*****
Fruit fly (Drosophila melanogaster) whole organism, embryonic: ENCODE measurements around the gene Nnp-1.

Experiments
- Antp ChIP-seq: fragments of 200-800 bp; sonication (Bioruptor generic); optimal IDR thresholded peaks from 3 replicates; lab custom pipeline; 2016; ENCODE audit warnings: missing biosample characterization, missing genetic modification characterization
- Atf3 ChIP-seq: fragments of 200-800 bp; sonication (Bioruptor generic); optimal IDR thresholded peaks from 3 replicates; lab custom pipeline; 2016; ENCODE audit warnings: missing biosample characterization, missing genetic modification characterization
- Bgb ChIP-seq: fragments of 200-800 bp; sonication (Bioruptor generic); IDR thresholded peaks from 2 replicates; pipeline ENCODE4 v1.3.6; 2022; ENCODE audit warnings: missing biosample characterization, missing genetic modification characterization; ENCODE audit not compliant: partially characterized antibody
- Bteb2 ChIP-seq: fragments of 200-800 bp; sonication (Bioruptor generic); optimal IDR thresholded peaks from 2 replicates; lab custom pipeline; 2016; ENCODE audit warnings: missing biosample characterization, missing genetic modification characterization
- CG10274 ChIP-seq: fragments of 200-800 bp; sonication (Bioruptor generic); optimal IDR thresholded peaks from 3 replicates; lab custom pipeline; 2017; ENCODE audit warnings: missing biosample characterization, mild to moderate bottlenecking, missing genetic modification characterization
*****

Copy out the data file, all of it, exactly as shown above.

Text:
Fruit fly (Drosophila melanogaster) whole organism, embryonic: ENCODE measurements around the gene Nnp-1.

Experiments
- Antp ChIP-seq: fragments of 200-800 bp; sonication (Bioruptor generic); optimal IDR thresholded peaks from 3 replicates; lab custom pipeline; 2016; ENCODE audit warnings: missing biosample characterization, missing genetic modification characterization
- Atf3 ChIP-seq: fragments of 200-800 bp; sonication (Bioruptor generic); optimal IDR thresholded peaks from 3 replicates; lab custom pipeline; 2016; ENCODE audit warnings: missing biosample characterization, missing genetic modification characterization
- Bgb ChIP-seq: fragments of 200-800 bp; sonication (Bioruptor generic); IDR thresholded peaks from 2 replicates; pipeline ENCODE4 v1.3.6; 2022; ENCODE audit warnings: missing biosample characterization, missing genetic modification characterization; ENCODE audit not compliant: partially characterized antibody
- Bteb2 ChIP-seq: fragments of 200-800 bp; sonication (Bioruptor generic); optimal IDR thresholded peaks from 2 replicates; lab custom pipeline; 2016; ENCODE audit warnings: missing biosample characterization, missing genetic modification characterization
- CG10274 ChIP-seq: fragments of 200-800 bp; sonication (Bioruptor generic); optimal IDR thresholded peaks from 3 replicates; lab custom pipeline; 2017; ENCODE audit warnings: missing biosample characterization, mild to moderate bottlenecking, missing genetic modification characterization